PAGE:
Chapter 5.6 Closing – Negotiation

There are libraries full of books on negotiation and closing techniques but the truth is that there is a direct correlation between the quality of the work you do in Selling the Opportunity and the ease of closing the deal. In simple terms if you have won the evaluation and the customer wants to do business with you, they will not allow the Procurement Manager to drive you away with outrageous demands.

While we are discussing Closing and Negotiations together they are very different and often mutually exclusive. What I mean by closing is “asking for the order” so almost by definition it does not happen in a formal negotiation. If you are in final presentation meeting you should always “ask for the order”. If you have done a good job in the business development and opportunity management phases you have earned the right to ask and asking always makes the status and next steps of the process clearer as the answer is always “Yes”, “No”, or “we need to do/clarify/meet with ….”. In a formal negotiation process usually the closing question is almost always some form of “So have we reached agreement?”

Only if you define Closing as every event between being “selected” by the customer and receiving the signed contracts are the two skills related as you will use both techniques in this period.

Let’s talk about Negotiation first. The strongest position in a negotiation is the position that nothing is negotiable. The overwhelming majority of consumer transactions are non-negotiable. You do not get the chance to stop at the check out of your supermarket and discuss price or legal terms and condition. More than a polite enquiry on the Returns Policy is clearly not tolerated in these transactions.

Some suppliers in the commercial world have had some success in holding to standard offerings, Microsoft is a good example, but with most corporate transactions (with Government deals being an excellent example) the negotiation phase can be as long as the evaluation phase. Once you are into negotiation one of your guiding principles is to limit the areas that you will negotiate about. Some basic ground rules will make this a little clearer.

First guideline – do not negotiate legal terms and conditions without professional help. Do you understand the difference between “best endeavours” and “commercial best endeavours”, no, the difference can be your company staying in business or going bankrupt. Try to tell the customer that legal terms and conditions are not negotiable. If they make it clear that this is a deal breaker, and only if it is a deal breaker, ask the customer to give you a “specific statement” (do not encourage them by calling it a “list” call it a “statement”) on the legal terms that they object to. You can judge how much trouble you are in by the nature of the reply. In order of magnitude of the trouble you are in, the responses could be:-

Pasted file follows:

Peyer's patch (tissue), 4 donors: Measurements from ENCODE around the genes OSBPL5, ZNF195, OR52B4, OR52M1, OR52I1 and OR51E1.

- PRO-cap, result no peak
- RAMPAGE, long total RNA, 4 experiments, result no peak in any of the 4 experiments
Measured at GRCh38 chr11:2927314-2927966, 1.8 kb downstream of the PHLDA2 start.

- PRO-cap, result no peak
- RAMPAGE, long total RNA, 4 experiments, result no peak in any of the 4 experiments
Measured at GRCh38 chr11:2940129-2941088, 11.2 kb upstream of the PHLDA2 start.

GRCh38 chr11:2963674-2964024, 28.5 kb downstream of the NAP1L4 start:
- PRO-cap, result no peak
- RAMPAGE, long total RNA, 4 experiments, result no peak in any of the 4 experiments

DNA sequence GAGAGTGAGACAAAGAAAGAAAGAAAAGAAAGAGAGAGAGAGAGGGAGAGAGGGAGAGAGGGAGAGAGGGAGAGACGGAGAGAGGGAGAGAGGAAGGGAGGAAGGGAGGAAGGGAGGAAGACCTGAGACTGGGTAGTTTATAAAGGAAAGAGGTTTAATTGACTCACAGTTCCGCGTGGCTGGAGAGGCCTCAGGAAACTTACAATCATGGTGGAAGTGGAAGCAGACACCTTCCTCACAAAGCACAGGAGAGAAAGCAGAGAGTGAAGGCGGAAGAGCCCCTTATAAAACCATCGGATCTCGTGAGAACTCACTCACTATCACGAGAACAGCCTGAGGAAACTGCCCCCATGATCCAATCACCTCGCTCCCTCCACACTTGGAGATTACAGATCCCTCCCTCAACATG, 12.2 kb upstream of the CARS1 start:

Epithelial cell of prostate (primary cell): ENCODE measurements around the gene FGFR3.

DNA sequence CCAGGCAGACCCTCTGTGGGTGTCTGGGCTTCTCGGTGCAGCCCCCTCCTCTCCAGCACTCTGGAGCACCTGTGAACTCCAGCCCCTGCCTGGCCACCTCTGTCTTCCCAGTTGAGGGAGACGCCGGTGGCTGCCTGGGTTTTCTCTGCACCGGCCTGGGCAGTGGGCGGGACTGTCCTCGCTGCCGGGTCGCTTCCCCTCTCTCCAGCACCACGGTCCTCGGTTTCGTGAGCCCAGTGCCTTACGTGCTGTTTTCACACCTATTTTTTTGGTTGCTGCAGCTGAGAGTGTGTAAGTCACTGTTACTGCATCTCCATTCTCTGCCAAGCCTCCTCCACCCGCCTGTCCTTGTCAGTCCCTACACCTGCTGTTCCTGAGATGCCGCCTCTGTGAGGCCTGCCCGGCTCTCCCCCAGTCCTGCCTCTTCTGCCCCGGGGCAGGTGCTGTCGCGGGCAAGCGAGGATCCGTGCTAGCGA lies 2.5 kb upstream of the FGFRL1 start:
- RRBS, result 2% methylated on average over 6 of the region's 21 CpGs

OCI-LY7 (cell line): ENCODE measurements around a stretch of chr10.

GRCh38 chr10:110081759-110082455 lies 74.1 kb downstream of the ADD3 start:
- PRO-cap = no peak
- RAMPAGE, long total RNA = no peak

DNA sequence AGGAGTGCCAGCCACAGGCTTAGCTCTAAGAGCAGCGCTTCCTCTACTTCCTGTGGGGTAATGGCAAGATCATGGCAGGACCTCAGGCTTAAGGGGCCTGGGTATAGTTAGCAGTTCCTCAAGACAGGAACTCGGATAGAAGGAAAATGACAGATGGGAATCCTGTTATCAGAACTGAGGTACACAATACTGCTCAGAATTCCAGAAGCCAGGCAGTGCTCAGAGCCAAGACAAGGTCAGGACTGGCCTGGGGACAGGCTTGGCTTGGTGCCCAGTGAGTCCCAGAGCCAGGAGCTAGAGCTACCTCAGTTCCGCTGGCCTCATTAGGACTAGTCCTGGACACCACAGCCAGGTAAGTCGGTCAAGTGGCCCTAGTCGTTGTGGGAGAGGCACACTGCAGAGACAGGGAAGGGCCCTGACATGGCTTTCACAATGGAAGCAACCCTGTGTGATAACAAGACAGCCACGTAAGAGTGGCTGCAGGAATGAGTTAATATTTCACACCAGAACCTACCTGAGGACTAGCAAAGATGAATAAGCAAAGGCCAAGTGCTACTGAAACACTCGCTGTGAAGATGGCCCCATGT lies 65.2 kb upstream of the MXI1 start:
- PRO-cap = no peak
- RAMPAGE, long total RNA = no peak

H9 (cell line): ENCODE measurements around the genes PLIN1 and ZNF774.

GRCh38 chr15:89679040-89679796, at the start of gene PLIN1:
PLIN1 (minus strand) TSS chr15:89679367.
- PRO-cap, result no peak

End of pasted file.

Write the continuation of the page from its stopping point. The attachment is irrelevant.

• We only do business on our standard procurement contract.
  • A long List of clearly legal issues
  • A (shorter?) list where there are some legal issues, and some issues that are really opportunities for clarification or explanation

Briefly, the appropriate response to 1) and 2) is to flag the situation up to Management and request legal support. The appropriate response to 3) is to clear up the opportunities for clarification and ask if the remaining issues (legal) are really something that they need to pursue.

The salesperson’s role in legal negotiations is to sell the terms and conditions earlier in the process, to reduce the time required to reach final agreement. Enclose copies of your standard terms and conditions with any proposal, so that the customer can pass them through for legal review. Reserve the time of the company advocate and attend the meetings or conference calls. Your only stake in the outcome is that if it is a major account the terms and conditions agreed should be acceptable for your company for the transaction being negotiated and all future transactions, as you will surely not be able to improve on them later.

The salesman has a much more important role in commercial terms negotiations. Usually the salesman is expected to be the chief negotiator, and I for one always wanted that role. You may be able to delegate this role upwards as again, as with legal terms, it will be the company’s decision whether to accept the negotiated terms or walk away, but I have always felt a sense of ownership in my deals. The salesperson also brings important resources to the negotiating table. The procurement manager may have more experience in the process of asking for discounts, but the salesperson has attended every meeting during the business development phase and knows why the customer needs the solution, what the value of the solution is, and why his solution was selected. I have often talked about these issues in negotiations, they are important ways of making the procurement guy understand that you understand the value of your negotiating position and will not be pushed further than a certain point.

In my view there is a lifetime of learning in negotiation but if you keep five principles in mind while you gain experience you won’t make too many mistakes.

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About Michael

After studying Marketing at both Wollongong University and the University of Technology, Sydney, Michael Worked in B2B Marketing for the Cronulla Sharks Football Club for 3 years. Currently at CRMNow, he looks at Customer Relationship Management as a vital aspect of successful business and with a passion for Social Media and Digital Marketing he believes that all businesses have the potential to grow and remain profitable no matter the size.

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